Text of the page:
More than 16 years ago, I heard from someone that he thinks that there is a possible relation between Hilbert's 16th problem(for $n=2$) and Hyperbolic geometry. He says that a possible strategy is that a quadratic vector field $$\begin{cases} x'=P(x,y)\\ y'=Q(x,y)\end{cases}$$ can be rewritten in the form $z'=f(z,\bar{z}) $ with substitution $x=\frac{z+\bar{z}}{2}$ and $y=\frac{z-\bar{z}}{2i}$. He said that this possible strategy does not work for $n>2$. However, he thinks that this strategy leads to finitness of $H(2)$.

My immediate reaction at that time was the following: since hyperbolic geometry concerns the upper half plane, are we implicitly assuming that the upper half plane is invariant under flow? So are we assuming that we have an invariant line? If this is the case then the following fact is an obstruction for continuation:

Fact: every quadratic vector field with an invariant line has at most one limit cycle.

But I think that the story is more complicated. I guess that he was not assuming that the upper half plane is flow invariant. So I guess that there are some thing non trivial in this possible strategy.

I did not understand at all what is his strategy.I frequently asked him for more explanation. But I did not get any answer.

He allowed me to talk with others about his idea.

How does hyperbolic geometry can involve the Hilbert 16th problem? and how does this involvement work only for $n=2$ but not $n>2$.


1 Answer 1

  1. This story is somewhat reminiscent of a (probably apocryphal) story of somebody writing a telegram to a mathematical research institute (Steklov Institute in Moscow, if I remember it correctly): "Solved Fermat's Last Theorem. Key idea - move $z^n$ to the left hand side. Details later."

  2. No, hyperbolic geometry does not "concern the upper half plane". The upper half plane is just one of many models of the hyperbolic plane and the latter can appear in many different forms. (Besides, maybe hyperbolics space that the speaker had in mind is even the hyperbolic 3-space, or a Kobayashi-hyperbolic manifold, or Anosov-type dynamics, or whatever...)

  3. There are some parallels of Hilbert-XVI and the Ahlfors Finiteness Theorem (and its generalizations) in the theory of Kleinian subgroups of $PSL(2,{\mathbb C})$ (so, maybe it is even the hyperbolic 3-space after all!). The parallels between the latter and holomorphic dynamics where exploited, for instance, by Dennis Sullivan - was he the speaker? - (dynamics of rational functions of one variable: proof of Fatou's Wandering Domain conjecture) and Xavier Gomez-Mont (a finiteness theorem for codimension 1 holomorphic foliations; see this 1980 JDG paper). The relation to hyperbolic geometry is only tangential; the idea is to prove a finiteness statement by arguing that otherwise, for some analytical reasons, a certain deformation space (say, a certain cohomology group) would have to be infinite-dimensional, while for some algebraic reasons such a space has to be finite-dimensional. For instance, in Sullivan's proof, the space of rational functions of the given degree is clearly finite-dimensional, while the existence of a wandering domain would create an infinite-dimensional space of quasiconformal deformations of such a function. The common feature of such proofs is that a certain PDE problem in one complex variable (maybe $z, \bar{z}$, to be more precise; for instance, the Beltrami equation) is well-posed, and these proofs break down in higher dimensions since the "right" PDE system turns out to be overdetermined.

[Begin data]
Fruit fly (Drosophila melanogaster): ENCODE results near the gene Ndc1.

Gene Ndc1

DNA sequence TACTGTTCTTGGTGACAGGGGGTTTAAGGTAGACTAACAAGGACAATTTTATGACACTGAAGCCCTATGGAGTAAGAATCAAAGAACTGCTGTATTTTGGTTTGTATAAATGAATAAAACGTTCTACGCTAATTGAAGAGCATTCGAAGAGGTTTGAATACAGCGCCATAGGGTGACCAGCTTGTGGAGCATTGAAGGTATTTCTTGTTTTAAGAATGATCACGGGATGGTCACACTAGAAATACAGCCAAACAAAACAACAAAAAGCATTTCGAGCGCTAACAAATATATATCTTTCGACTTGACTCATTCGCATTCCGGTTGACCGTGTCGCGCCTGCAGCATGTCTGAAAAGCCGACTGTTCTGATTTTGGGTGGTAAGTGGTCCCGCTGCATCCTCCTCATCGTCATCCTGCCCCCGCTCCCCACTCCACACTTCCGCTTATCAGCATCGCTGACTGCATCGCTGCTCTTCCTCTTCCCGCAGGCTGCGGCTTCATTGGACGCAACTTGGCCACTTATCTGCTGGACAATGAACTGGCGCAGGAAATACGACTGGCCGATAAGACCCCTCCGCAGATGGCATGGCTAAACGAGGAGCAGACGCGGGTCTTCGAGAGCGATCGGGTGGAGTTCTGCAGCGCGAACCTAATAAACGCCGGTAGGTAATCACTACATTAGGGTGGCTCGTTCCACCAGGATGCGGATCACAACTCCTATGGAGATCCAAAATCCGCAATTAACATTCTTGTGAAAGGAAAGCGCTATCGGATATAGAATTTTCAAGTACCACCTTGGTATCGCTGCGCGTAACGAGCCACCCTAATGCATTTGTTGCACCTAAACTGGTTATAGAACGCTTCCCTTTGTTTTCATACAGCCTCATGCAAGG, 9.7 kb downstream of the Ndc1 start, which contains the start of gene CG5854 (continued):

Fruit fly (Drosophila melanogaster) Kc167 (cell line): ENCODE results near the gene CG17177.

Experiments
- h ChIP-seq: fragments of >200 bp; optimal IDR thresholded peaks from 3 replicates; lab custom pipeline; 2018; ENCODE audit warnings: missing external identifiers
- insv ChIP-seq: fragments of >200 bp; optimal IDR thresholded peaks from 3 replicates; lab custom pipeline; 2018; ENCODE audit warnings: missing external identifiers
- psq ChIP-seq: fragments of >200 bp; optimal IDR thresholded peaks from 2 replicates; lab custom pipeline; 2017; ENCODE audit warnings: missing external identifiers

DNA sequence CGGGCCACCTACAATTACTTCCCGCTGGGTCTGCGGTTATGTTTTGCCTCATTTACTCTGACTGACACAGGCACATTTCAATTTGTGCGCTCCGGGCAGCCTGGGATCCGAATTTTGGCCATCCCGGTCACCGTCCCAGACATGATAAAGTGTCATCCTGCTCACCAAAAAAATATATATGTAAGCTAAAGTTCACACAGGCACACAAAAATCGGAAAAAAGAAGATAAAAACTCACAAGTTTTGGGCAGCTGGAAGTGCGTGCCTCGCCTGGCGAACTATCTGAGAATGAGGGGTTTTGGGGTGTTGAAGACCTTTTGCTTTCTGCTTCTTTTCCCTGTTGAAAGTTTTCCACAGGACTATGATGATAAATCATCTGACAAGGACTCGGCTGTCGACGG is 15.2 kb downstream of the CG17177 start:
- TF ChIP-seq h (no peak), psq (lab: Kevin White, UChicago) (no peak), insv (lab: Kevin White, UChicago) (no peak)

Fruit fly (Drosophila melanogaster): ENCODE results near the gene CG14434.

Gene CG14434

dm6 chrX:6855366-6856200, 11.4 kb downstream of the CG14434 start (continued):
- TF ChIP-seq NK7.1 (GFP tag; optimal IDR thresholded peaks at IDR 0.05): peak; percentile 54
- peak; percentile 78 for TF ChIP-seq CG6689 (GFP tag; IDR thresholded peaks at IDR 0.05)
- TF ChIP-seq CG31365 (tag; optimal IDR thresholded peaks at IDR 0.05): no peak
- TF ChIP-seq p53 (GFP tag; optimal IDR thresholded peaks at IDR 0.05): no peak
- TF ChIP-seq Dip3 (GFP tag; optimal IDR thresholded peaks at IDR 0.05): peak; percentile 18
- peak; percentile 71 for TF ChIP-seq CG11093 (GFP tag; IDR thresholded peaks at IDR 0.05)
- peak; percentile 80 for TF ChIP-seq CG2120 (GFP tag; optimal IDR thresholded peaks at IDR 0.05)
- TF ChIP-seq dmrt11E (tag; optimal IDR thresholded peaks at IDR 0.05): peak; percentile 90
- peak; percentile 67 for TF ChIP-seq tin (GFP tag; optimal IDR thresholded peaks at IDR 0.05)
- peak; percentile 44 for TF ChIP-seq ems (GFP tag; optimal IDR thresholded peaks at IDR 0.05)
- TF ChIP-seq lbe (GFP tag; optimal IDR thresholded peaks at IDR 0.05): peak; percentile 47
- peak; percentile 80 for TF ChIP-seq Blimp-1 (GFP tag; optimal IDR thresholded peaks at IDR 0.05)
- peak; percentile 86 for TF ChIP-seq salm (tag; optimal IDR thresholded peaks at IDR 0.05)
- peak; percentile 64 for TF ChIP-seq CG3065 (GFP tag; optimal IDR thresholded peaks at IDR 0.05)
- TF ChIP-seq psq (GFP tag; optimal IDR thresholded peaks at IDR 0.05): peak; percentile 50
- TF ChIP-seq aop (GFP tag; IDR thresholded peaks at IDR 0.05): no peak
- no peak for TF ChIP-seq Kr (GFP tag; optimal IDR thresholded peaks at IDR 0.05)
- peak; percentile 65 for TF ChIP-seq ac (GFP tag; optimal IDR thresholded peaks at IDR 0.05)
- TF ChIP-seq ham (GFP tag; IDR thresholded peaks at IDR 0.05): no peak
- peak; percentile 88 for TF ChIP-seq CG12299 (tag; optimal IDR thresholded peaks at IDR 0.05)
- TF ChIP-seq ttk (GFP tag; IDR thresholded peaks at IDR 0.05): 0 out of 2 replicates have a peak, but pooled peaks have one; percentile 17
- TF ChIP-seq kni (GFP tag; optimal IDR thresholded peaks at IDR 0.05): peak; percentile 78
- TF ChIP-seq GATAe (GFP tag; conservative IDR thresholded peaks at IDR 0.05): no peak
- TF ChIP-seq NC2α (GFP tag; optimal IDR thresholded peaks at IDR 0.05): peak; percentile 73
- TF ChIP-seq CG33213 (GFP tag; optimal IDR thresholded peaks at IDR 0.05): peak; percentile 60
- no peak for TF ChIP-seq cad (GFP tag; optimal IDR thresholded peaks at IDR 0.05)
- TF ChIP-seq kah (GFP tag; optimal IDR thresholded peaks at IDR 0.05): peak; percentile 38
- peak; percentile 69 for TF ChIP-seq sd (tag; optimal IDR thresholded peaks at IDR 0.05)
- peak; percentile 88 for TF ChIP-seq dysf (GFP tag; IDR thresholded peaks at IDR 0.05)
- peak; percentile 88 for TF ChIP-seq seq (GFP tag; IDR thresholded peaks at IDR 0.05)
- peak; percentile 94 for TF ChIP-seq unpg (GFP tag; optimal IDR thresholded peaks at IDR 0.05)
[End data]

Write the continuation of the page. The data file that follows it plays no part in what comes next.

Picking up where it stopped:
4. The rest are details for somebody to figure out and collect his/hers Fields medal.

  • $\begingroup$ Thank you very much for your answer and your attention to my question. I really need times to understand point 2 and 3 of your answer and its relation to limit cycle theory. $\endgroup$ Sep 12, 2017 at 8:25
  • 1
    $\begingroup$ @AliTaghavi: Just to be clear. I am not promising that this will work. (For instance, I have no idea which PDE one would use; this could be the Beltrami equation, or its linearization, or something totally different.) I am only pointing out at similarities and a strategy that did work in the similar settings. $\endgroup$
    – Misha
    Sep 13, 2017 at 5:48
  • $\begingroup$ +1 for point number 4 $\endgroup$ Sep 20, 2017 at 2:31
  • $\begingroup$ @Misha No I did not hear this idea from D. Sulivan. Thanks again for your answer. $\endgroup$ Jan 20, 2019 at 21:50

Your Answer

By clicking “Post Your Answer”, you agree to our terms of service, privacy policy and cookie policy